Tonteki (トンテキ) is a Japanese pork loin steak served in a savory and citrusy sauce. This quick and easy recipe takes just 15 minutes from start to finish! Inspired by the Japanese drama Midnight Diner.
Tonteki was featured on the popular Japanese TV program called “Shinya Shokudo (深夜食堂)” or “Midnight Diner: Tokyo Stories” which is now available on Netflix.
Episode of Tonteki from Midnight Diner: Tokyo Stories
Midnight Diner features Japanese dishes that are more representative of home-cooked recipes than Japanese restaurant menus in the US. If you’re interested in Japanese home-cooked meals, you will enjoy this show as much as I do!
Tonteki’s episode is Season 1, Episode 3 on Netflix.
Tonteki – Japan’s Regional Food
One of the characteristics I love about Japan is each region has its own unique culture and well-known food made with local ingredients. These regions are not too far apart, and sometimes even by taking just a 20-minute train ride, you can experience very different food (e.g. Osaka and Kyoto). I love traveling in Japan and visiting new places to experience local special food, arts & crafts,s and such. This is probably why we have a culture of buying local souvenirs or gifts wherever we go to bring back home to family and friends.
Until I watched Midnight Diner: Tokyo Stories, I had never seen or had Tonteki (トンテキ). Tonteki is a regional food in Mie Prefecture in central Japan. That’s where Tenmusu (Shrimp Tempura Rice Ball) originated from as well!
Tonteki is one of the simpler dishes featured in Midnight Diner; it is pan-seared pork loin steak. Ton (豚) means pork in Japanese, as you may already be familiar with Tonkatsu (pork cutlet) and Tonkotsu (pork broth), and -teki (テキ) comes from suteeki (ステーキ) which means steak in Japanese. For those of you who study/read Japanese, Tonteki トンテキ is sometimes written as とんテキ、豚てき、とんてき、豚テキ, with the different combination of hiragana, katakana, and kanji.
The original Tonteki was introduced at the Chinese restaurant Lai Lai Ken (來來憲らいらいけん) in Yokkaichi (四日市) after WWII. The pork loin steak is cooked with thick garlic soy sauce and served with shredded cabbage.
This dish is also known as Glove-yaki (グローブ焼き) as the pork loin with slits resembles baseball gloves. These slits are added so that it’s easier to eat with chopsticks and it also helps cook the meat faster without overcooking it.
What Makes It Tonteki??
According to Yokkaichi Tonteki Association (how cool they have an association for this dish!), in order to call a dish “Tonteki”, it has to have the following four requirements:
- Served with dark rich savory sauce
- Thick pork loin is used
- Garnished with garlic
- Served with thinly shredded cabbage
However, as you see in today’s dish, the master (the main actor) from Midnight Diner made Tonteki that’s slightly different from the original style Tonteki. As this series on JOC is a recreation of the master’s recipe, I followed how he made it in this episode. Maybe when I have a chance to try Tonteki in Yokkaichi, I’ll re-create the original version. My family loved this simple dish and I hope you’ll enjoy it as well.
If you want to check out other Midnight Diner Tokyo Stories – Season 1 Recipes, read Netflix Midnight Diner: Tokyo Stories – Season 1 Recipes.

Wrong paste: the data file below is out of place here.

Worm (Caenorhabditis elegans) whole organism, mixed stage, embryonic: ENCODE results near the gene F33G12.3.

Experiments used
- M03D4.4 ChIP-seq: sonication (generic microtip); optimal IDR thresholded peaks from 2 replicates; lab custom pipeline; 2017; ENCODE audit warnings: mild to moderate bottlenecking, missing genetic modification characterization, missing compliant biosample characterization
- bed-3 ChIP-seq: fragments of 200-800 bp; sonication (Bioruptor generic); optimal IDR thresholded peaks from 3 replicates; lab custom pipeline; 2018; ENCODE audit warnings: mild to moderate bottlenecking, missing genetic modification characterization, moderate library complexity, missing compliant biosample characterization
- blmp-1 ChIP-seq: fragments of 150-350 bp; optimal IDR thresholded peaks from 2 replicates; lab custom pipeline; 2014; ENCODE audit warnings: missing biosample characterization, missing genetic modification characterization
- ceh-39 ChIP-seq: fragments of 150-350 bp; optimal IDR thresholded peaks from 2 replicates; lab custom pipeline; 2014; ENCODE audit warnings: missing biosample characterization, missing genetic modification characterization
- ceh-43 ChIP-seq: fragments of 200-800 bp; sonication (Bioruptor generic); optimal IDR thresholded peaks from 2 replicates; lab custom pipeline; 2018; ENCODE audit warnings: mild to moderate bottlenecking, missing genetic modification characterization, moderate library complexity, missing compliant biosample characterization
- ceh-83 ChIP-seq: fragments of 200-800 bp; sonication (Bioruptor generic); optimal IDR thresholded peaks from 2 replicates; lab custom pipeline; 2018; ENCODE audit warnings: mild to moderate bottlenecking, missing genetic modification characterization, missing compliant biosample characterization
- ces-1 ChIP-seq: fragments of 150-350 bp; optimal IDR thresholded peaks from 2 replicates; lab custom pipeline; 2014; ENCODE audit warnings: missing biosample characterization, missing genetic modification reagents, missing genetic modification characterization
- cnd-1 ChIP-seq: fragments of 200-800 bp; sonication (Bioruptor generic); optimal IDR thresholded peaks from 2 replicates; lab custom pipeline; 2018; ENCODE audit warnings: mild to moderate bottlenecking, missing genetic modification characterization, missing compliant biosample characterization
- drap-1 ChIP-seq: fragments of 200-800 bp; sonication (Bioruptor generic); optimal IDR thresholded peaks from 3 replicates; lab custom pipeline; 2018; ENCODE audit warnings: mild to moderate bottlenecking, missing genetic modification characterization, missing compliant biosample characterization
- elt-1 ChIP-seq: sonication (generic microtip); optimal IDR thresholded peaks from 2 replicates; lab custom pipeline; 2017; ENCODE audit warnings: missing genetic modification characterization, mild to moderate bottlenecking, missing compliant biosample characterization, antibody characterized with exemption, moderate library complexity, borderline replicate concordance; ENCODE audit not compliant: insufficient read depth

For the Garnish (optional)
- ¼ head green cabbage
- 1 tomato
- Gather all the ingredients.
- Over a small bowl, grate ¼ onion (use about half of it) and set aside.
- Shred ¼ head green cabbage into thin slices (I’m using a Japanese cabbage shredder) and cut 1 tomato into wedges.
- Make the sauce. In a medium bowl, combine 3 Tbsp ponzu, 3 Tbsp sake, and ½ Tbsp soy sauce. Whisk it all together.
- In order to sear the meat perfectly, pat dry 2 boneless pork loin chops (½-inch thick) with paper towels. Removing the moisture will prevent the meat from steaming.
- Make a couple of slits on the connective tissue between the meat and the fat on both sides of the meat. Red meat and fat have different elasticities and will shrink and expand at different rates when cooked. These slits allow the pork loin chops to stay nice and flat while cooking instead of curling up.
- Season one side of the meat with ⅛ tsp Diamond Crystal kosher salt and ⅛ tsp freshly ground black pepper (the sauce is salty, so you can skip the salt here if you‘d like).
- Coat the meat with 1 Tbsp all-purpose flour (plain flour) and remove the excess flour.
- Heat the frying pan over medium-high heat and add 1 Tbsp neutral oil. When the pan is hot, add the pork loin chops. Cook for 4 minutes on each side. Do not flip until the bottom is nicely golden brown. If you‘re preparing more than 2 pieces, cook them in batches. Give some space between the meat to ensure nice searing and prevent steaming the meat. Browning the meat gives an important flavor component. The meat should be flat to get evenly golden brown, and that‘s why making slits is important in step 6.
- If you see protein coming out from the meat, you can remove it and wipe off the excess oil (optional).
- Add the sauce and grated onion to the pan.
- Pour the sauce over the meat with a spoon and coat the meat well.
- If you eat with chopsticks, transfer the meat to a cutting board and slice it into bite-size pieces. Serve the Tonteki with the shredded cabbage and tomatoes. Pour the extra sauce over the cabbage, if you‘d like. Garnish with parsley (optional).
- Keep the leftovers in an airtight container and store in the refrigerator for up to 3 days or in the freezer for a month.